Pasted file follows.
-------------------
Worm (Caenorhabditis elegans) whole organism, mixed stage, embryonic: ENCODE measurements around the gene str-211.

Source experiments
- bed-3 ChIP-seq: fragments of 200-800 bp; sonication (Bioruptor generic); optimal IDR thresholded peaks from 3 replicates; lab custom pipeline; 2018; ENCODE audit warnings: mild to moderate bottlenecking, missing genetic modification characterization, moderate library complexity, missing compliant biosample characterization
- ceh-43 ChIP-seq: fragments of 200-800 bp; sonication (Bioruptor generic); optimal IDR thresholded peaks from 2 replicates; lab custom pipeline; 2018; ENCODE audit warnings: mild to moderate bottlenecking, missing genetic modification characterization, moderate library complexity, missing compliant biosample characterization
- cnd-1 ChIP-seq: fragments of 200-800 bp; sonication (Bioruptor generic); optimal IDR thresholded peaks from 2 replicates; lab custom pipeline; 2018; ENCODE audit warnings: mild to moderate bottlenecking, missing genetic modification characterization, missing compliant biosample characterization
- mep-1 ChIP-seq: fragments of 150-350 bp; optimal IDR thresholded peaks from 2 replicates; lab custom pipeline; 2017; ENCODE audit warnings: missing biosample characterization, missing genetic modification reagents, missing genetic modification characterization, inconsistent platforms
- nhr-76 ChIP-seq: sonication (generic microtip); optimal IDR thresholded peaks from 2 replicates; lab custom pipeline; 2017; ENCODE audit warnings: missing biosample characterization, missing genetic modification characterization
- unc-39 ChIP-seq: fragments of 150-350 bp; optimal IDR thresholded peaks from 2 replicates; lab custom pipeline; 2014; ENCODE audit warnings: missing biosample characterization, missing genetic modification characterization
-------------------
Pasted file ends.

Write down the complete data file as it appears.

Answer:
Worm (Caenorhabditis elegans) whole organism, mixed stage, embryonic: ENCODE measurements around the gene str-211.

Source experiments
- bed-3 ChIP-seq: fragments of 200-800 bp; sonication (Bioruptor generic); optimal IDR thresholded peaks from 3 replicates; lab custom pipeline; 2018; ENCODE audit warnings: mild to moderate bottlenecking, missing genetic modification characterization, moderate library complexity, missing compliant biosample characterization
- ceh-43 ChIP-seq: fragments of 200-800 bp; sonication (Bioruptor generic); optimal IDR thresholded peaks from 2 replicates; lab custom pipeline; 2018; ENCODE audit warnings: mild to moderate bottlenecking, missing genetic modification characterization, moderate library complexity, missing compliant biosample characterization
- cnd-1 ChIP-seq: fragments of 200-800 bp; sonication (Bioruptor generic); optimal IDR thresholded peaks from 2 replicates; lab custom pipeline; 2018; ENCODE audit warnings: mild to moderate bottlenecking, missing genetic modification characterization, missing compliant biosample characterization
- mep-1 ChIP-seq: fragments of 150-350 bp; optimal IDR thresholded peaks from 2 replicates; lab custom pipeline; 2017; ENCODE audit warnings: missing biosample characterization, missing genetic modification reagents, missing genetic modification characterization, inconsistent platforms
- nhr-76 ChIP-seq: sonication (generic microtip); optimal IDR thresholded peaks from 2 replicates; lab custom pipeline; 2017; ENCODE audit warnings: missing biosample characterization, missing genetic modification characterization
- unc-39 ChIP-seq: fragments of 150-350 bp; optimal IDR thresholded peaks from 2 replicates; lab custom pipeline; 2014; ENCODE audit warnings: missing biosample characterization, missing genetic modification characterization